Some say the run has just begun. As I write, bitcoin is north of $50,000 with at least one large investor feeling bitcoin is going to somewhere around $500,000 per bitcoin! Mark Cuban was not interested in plastic wristbands that promised more energy (a scam), but has no problem with owning cryptocurrency. Interesting. 

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Why Cheating on Your Taxes Costs More

By Keith Taxguy / March 29, 2021 /

This past week an old story was refreshed for me. A tax office that handles mostly simple tax returns for a very low price and gets paid mostly cash might not be claiming all that income. A previous employee of that firm informed me over $300,000 in cash was kept in a safe in the money cage. 

The final response (and I was thinking the same thing) was, “And I’m sure all that cash was reported.

Cheating on your taxes is as American as apple pie, but a whole lot dumber. If this other tax firm really has that much cash on hand and does not report all their income they lose a lot more than most people expect. 

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How Much Should You Pay for Tax Preparation?

By Keith Taxguy / March 22, 2021 /

How much are you really paying for tax preparation?

What if I told you there was a hidden fee in your tax preparation bill. This hidden fee costs you serious money every time you file your taxes. This hidden fee shows up even when you prepare your own tax return. And it is totally avoidable. They sneak the fee in because you never see it and therefore never complain about it.

The hidden fee is hard to identify. It doesn’t show up as a line item on your accountant’s invoice or the online software payment page. Yet the fee digs hard into your wealth.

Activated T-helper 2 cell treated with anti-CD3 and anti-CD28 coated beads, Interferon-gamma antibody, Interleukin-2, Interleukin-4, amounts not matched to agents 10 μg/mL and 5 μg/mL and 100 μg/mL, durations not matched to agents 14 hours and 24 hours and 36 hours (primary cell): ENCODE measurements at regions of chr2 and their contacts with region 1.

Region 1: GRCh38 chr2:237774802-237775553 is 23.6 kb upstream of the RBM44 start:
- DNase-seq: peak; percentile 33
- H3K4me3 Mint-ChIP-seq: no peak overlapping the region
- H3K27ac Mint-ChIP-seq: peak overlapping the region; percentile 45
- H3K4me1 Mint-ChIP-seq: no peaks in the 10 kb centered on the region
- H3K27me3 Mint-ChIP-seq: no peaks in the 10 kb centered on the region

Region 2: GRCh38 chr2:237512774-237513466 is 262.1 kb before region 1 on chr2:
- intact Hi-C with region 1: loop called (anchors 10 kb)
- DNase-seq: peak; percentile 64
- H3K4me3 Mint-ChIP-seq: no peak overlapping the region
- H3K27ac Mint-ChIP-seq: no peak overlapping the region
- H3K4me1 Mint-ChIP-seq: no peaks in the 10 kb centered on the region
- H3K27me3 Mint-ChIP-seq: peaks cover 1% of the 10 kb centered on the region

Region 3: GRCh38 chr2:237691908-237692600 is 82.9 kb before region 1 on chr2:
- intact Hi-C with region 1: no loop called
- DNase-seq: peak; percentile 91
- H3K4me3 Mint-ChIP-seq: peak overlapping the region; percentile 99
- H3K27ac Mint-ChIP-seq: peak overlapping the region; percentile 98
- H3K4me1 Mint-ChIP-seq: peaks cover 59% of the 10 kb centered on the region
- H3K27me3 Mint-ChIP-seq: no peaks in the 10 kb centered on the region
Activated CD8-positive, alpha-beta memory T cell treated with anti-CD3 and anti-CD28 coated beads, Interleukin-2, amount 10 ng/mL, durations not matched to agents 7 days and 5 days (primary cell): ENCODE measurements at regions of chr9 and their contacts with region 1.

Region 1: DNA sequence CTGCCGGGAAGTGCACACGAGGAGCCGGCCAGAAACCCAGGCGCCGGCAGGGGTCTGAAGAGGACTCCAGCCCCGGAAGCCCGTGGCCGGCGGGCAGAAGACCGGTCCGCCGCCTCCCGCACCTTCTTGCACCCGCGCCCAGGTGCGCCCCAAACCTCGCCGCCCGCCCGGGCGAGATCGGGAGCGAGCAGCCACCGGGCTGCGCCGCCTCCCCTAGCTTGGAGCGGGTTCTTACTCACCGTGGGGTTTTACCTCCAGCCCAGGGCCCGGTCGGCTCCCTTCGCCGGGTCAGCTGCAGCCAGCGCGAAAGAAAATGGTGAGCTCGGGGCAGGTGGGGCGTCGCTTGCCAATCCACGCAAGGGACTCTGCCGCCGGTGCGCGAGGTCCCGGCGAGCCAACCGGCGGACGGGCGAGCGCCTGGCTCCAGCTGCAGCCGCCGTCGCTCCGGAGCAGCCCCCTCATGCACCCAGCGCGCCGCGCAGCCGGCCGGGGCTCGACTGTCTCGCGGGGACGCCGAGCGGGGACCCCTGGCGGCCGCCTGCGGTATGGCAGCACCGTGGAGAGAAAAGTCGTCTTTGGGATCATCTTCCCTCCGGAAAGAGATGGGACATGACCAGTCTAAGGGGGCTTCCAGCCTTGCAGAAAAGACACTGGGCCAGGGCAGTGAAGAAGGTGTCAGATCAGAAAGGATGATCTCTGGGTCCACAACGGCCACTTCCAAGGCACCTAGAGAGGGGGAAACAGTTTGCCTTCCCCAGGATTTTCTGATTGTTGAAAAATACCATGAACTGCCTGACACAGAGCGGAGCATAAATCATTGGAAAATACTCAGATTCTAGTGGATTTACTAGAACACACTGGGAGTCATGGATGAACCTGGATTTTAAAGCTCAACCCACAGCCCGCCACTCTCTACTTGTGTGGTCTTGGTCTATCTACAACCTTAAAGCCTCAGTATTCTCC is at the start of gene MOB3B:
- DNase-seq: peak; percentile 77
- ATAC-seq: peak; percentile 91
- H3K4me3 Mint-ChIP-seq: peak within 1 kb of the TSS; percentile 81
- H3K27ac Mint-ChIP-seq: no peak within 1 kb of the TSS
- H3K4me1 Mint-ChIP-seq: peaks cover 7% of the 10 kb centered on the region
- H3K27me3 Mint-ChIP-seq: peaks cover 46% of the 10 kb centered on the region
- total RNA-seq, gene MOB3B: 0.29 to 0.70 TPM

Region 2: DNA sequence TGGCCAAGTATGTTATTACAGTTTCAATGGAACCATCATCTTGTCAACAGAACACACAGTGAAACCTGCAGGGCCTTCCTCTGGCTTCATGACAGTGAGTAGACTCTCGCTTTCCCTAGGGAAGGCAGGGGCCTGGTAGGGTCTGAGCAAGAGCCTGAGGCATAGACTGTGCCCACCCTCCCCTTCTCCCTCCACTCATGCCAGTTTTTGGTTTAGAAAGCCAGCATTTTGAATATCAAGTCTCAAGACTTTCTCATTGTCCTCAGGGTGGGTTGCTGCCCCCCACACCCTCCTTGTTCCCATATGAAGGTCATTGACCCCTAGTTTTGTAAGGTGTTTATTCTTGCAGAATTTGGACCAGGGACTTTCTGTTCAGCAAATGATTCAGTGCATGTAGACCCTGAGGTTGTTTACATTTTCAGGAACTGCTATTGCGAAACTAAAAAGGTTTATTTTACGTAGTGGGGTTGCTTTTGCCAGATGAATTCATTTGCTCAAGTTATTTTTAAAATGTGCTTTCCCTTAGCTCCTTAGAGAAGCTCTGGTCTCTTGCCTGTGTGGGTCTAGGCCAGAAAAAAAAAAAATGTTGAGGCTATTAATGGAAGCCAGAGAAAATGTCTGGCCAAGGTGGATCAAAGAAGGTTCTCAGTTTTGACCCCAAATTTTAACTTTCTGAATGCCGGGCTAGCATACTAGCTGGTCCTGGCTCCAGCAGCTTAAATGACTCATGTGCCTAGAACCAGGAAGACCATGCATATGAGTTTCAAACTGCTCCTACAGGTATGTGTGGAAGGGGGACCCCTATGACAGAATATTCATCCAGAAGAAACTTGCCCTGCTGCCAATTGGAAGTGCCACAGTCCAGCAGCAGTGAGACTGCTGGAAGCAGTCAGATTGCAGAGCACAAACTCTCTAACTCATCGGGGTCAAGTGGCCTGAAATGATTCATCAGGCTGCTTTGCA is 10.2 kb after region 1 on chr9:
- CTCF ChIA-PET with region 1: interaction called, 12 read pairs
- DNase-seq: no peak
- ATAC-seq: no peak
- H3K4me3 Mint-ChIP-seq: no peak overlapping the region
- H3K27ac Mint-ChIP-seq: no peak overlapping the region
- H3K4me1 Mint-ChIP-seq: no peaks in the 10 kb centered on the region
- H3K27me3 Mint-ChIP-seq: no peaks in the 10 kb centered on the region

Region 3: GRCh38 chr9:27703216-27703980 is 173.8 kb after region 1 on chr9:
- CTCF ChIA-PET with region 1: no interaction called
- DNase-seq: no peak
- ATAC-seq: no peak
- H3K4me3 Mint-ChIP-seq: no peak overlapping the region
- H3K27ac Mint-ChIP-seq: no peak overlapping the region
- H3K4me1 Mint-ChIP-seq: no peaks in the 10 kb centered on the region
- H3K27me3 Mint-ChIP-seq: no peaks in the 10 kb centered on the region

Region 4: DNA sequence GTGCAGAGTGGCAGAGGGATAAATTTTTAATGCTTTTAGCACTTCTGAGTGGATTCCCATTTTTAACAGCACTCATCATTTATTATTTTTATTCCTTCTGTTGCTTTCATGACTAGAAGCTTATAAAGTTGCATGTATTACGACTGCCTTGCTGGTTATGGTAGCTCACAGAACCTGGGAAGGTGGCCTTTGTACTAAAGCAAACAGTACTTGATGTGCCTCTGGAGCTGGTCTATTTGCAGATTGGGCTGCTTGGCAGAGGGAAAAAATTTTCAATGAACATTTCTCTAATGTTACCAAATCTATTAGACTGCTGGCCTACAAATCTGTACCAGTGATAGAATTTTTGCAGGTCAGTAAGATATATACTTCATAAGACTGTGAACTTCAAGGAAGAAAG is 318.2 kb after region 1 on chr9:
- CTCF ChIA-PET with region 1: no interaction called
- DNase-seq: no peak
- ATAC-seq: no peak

This same hidden fee looks different when you prepare your own tax return than from a professionally prepared return. The best way to expose this usurious fee is to handle it separately from how it is applied to DIY tax preparation and professionally prepared return.

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Deduct work home expenses with an accountable plan.

Deduct Work Expenses When Working From Home

By Keith Taxguy / October 28, 2020 /

The timing could not have been worse for remote workers. The Tax Cuts and Jobs Act of 2017 nixed the deduction for work from home expenses and other unreimbursed employee business expenses. 

Prior to the TCJA it wasn’t the best deduction in the world either. You had to itemize to get the deduction and it was combined with several other deductions and then reduced by 2% of your adjusted gross income. But it was at least available and with some planning could provide modest tax relief.

Self-employed people can still deduct these expenses on their or Schedule C. Same for farmers (Schedule F) and income property owners (Schedule E). 

For employees, the deduction is now gone, unless you know the rules. With proper planning you can benefit by working from home, getting a tax benefit for work related expenses. The home office, the pro-rata share of utilities, insurance, property taxes and/or rent and mortgage interest can get tax-free treatment. Same for office supplies and equipment. And don’t forget business travel expenses.

Working from home has plenty of benefits: no office politics, no fighting traffic and every day is casual day. The downside is you have expenses at home that can’t be deducted on your tax return. We are going to fix that right now.